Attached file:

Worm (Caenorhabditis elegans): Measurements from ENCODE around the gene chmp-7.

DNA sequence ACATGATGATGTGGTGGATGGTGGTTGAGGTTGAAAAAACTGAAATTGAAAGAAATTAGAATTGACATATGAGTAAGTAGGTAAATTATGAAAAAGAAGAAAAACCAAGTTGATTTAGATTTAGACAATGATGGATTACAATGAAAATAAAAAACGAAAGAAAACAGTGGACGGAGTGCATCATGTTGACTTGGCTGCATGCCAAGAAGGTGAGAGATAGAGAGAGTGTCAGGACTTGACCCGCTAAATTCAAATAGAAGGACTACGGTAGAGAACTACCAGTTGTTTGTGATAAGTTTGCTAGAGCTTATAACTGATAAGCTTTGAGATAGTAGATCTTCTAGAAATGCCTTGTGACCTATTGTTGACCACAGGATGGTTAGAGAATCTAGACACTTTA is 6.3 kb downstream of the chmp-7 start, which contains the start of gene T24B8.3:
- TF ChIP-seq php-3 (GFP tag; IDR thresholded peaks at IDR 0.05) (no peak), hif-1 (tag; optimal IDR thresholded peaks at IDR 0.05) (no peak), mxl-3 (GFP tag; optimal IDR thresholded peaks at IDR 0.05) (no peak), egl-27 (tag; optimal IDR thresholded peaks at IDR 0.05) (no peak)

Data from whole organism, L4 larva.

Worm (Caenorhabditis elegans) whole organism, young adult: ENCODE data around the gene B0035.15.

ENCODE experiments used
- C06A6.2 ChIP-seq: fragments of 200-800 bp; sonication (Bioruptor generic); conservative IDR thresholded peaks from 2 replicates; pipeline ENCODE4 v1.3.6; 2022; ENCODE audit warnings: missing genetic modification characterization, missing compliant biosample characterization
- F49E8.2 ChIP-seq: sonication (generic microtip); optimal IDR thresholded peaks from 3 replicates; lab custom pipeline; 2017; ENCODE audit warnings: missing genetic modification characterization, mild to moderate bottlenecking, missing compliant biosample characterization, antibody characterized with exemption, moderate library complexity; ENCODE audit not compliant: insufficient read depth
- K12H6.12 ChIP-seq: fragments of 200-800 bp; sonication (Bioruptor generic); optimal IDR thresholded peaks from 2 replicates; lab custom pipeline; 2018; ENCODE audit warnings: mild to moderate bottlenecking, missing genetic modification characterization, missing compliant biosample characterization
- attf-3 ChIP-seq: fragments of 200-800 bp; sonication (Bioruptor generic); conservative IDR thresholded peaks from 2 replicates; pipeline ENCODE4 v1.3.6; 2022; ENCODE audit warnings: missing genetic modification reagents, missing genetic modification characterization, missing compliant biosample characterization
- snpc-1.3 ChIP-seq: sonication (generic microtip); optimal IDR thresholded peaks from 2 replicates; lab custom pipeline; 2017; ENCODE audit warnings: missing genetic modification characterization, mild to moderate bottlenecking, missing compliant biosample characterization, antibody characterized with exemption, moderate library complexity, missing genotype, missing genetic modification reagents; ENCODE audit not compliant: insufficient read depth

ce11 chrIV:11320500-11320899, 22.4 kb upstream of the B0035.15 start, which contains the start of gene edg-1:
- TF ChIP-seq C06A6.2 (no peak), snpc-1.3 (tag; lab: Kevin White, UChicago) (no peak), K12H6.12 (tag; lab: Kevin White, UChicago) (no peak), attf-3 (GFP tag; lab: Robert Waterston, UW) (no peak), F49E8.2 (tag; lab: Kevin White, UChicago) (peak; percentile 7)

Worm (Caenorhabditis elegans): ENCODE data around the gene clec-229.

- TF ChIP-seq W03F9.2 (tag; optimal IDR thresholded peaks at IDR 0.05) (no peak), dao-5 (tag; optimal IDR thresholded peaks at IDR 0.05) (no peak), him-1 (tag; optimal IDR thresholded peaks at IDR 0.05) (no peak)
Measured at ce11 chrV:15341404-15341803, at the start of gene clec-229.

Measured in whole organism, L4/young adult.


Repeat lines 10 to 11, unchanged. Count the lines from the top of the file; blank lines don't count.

- attf-3 ChIP-seq: fragments of 200-800 bp; sonication (Bioruptor generic); conservative IDR thresholded peaks from 2 replicates; pipeline ENCODE4 v1.3.6; 2022; ENCODE audit warnings: missing genetic modification reagents, missing genetic modification characterization, missing compliant biosample characterization
- snpc-1.3 ChIP-seq: sonication (generic microtip); optimal IDR thresholded peaks from 2 replicates; lab custom pipeline; 2017; ENCODE audit warnings: missing genetic modification characterization, mild to moderate bottlenecking, missing compliant biosample characterization, antibody characterized with exemption, moderate library complexity, missing genotype, missing genetic modification reagents; ENCODE audit not compliant: insufficient read depth